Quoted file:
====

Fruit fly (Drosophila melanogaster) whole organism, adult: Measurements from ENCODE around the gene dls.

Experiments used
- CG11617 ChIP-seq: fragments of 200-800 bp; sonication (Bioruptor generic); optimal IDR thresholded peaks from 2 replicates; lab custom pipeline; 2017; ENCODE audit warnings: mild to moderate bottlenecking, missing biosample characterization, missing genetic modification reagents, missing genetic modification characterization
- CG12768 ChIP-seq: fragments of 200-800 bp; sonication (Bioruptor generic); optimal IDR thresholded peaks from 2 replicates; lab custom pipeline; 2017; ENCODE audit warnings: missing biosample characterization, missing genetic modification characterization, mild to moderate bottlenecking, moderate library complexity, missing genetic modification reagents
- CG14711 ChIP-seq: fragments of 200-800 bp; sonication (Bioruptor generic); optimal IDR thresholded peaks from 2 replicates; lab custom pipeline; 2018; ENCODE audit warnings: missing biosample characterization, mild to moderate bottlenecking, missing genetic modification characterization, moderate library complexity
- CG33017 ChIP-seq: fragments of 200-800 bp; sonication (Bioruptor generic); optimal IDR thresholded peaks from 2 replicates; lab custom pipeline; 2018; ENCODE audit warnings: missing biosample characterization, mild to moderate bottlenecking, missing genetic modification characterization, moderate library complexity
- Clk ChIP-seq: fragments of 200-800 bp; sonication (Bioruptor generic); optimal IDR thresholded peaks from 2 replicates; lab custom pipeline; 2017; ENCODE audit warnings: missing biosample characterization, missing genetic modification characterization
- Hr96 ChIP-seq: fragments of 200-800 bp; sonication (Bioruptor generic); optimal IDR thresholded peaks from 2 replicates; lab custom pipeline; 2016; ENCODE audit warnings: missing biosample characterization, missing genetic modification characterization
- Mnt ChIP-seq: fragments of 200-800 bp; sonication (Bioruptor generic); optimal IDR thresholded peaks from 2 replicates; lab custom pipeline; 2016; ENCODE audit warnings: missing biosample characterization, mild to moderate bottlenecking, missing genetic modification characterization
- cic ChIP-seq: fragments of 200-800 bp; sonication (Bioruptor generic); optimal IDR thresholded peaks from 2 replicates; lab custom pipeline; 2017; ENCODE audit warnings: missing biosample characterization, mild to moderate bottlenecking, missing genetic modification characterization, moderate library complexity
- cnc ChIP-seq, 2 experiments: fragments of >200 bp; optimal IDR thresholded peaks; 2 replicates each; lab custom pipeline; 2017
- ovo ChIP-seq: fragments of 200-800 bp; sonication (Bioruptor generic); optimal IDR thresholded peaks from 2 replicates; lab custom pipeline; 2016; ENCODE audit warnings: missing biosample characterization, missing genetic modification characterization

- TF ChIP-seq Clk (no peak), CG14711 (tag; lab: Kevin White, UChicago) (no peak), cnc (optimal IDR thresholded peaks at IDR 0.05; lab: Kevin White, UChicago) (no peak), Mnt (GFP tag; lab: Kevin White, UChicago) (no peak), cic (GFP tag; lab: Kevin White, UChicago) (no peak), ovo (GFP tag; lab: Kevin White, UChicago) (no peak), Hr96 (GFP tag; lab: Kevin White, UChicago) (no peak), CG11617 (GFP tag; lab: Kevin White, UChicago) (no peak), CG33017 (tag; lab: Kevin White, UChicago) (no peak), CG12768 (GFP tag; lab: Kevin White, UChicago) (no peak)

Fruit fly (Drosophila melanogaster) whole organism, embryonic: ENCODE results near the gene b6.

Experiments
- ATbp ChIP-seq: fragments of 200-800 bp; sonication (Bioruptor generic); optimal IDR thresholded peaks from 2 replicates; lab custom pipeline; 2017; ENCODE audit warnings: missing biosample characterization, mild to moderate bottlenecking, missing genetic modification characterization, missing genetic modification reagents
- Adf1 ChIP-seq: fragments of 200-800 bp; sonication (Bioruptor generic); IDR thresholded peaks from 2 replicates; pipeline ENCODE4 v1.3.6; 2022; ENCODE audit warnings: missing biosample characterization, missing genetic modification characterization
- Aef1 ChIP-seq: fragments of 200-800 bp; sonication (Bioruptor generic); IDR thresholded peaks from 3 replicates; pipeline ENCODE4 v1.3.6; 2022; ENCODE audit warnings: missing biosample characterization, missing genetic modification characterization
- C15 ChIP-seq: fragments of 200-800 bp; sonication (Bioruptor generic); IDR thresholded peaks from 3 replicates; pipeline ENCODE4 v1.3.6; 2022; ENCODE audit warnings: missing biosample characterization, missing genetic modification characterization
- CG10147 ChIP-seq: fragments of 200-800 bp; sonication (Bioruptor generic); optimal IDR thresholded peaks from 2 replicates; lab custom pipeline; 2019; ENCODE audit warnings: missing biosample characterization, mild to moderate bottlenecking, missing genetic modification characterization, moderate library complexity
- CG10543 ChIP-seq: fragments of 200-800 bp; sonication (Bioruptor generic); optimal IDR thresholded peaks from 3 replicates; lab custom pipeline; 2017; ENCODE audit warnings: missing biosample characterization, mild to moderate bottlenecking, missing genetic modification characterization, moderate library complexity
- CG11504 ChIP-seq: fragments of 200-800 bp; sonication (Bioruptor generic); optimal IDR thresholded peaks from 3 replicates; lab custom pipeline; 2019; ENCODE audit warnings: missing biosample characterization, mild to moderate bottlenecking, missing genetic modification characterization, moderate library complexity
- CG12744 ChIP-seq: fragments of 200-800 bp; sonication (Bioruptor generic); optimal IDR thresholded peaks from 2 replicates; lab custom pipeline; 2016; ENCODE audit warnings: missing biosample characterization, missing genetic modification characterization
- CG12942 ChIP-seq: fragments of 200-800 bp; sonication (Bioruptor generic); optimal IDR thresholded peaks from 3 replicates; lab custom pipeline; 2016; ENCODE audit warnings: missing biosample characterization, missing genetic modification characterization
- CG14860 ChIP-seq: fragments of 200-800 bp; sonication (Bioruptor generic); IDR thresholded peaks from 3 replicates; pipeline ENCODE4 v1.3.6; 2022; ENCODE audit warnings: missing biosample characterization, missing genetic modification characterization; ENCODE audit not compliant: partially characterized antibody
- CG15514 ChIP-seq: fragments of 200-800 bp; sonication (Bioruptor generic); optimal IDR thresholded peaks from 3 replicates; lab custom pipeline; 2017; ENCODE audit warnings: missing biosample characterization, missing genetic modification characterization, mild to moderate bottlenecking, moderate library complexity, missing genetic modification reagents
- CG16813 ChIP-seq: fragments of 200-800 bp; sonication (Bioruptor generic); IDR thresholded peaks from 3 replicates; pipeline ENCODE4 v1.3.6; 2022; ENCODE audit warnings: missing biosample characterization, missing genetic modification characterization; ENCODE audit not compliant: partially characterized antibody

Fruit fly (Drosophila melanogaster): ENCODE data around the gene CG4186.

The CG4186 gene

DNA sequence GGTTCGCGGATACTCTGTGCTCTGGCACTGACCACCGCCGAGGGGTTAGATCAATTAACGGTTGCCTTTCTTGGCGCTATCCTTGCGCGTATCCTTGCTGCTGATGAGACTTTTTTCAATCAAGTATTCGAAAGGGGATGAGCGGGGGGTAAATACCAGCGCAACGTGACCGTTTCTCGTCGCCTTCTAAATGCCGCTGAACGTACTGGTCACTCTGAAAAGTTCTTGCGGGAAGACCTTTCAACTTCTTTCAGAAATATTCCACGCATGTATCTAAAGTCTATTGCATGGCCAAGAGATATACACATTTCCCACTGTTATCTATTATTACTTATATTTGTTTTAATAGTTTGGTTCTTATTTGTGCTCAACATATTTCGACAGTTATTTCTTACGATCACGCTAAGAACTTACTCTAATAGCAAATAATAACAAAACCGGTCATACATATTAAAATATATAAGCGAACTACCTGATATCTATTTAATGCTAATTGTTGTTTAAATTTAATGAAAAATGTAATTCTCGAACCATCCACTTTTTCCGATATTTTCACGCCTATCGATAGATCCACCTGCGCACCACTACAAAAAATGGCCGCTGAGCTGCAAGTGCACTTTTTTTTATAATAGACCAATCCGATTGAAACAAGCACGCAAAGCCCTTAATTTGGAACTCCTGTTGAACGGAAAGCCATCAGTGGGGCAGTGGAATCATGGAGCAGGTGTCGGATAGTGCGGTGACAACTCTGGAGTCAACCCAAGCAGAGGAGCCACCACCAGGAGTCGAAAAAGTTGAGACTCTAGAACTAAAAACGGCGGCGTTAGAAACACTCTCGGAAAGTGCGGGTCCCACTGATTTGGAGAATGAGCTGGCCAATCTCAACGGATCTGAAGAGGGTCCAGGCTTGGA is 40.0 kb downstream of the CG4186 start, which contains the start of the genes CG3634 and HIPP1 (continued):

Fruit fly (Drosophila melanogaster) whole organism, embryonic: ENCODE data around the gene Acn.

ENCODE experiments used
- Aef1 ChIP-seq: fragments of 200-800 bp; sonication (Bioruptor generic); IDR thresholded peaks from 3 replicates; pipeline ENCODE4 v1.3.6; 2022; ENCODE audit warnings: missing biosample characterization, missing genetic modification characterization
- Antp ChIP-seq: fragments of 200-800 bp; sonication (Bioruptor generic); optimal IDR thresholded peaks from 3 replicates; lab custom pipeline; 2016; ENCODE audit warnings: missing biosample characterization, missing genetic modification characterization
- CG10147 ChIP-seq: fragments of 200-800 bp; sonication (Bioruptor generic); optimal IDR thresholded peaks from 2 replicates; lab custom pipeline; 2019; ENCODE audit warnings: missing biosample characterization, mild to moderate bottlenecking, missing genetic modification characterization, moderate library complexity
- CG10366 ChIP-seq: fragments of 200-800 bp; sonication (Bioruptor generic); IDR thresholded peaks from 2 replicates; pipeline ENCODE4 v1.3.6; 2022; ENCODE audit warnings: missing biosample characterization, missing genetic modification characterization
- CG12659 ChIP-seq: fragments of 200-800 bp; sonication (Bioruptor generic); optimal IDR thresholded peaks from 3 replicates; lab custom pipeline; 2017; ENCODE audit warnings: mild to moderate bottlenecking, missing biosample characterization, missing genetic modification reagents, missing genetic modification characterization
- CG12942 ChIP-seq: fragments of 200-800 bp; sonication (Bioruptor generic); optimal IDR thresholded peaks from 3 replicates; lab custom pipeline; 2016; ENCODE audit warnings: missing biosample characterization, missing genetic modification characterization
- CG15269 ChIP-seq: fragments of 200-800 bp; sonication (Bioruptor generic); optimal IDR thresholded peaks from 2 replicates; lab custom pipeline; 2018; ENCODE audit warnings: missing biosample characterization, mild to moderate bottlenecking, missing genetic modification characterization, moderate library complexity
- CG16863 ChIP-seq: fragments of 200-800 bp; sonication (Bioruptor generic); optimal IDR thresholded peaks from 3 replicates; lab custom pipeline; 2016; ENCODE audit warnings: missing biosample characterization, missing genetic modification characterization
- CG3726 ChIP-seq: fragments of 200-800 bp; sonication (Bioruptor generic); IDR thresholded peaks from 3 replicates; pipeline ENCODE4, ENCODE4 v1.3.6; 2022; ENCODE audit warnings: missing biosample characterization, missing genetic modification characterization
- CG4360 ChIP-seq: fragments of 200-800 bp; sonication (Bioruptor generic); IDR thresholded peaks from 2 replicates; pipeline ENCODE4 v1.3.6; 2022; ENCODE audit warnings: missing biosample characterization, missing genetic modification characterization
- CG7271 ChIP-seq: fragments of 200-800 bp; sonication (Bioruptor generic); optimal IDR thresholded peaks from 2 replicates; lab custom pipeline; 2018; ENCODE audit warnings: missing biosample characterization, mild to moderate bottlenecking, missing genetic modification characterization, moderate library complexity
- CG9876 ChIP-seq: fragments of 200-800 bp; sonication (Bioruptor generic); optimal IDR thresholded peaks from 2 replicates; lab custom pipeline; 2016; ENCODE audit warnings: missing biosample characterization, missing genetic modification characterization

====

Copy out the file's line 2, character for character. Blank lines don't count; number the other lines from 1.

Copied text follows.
Experiments used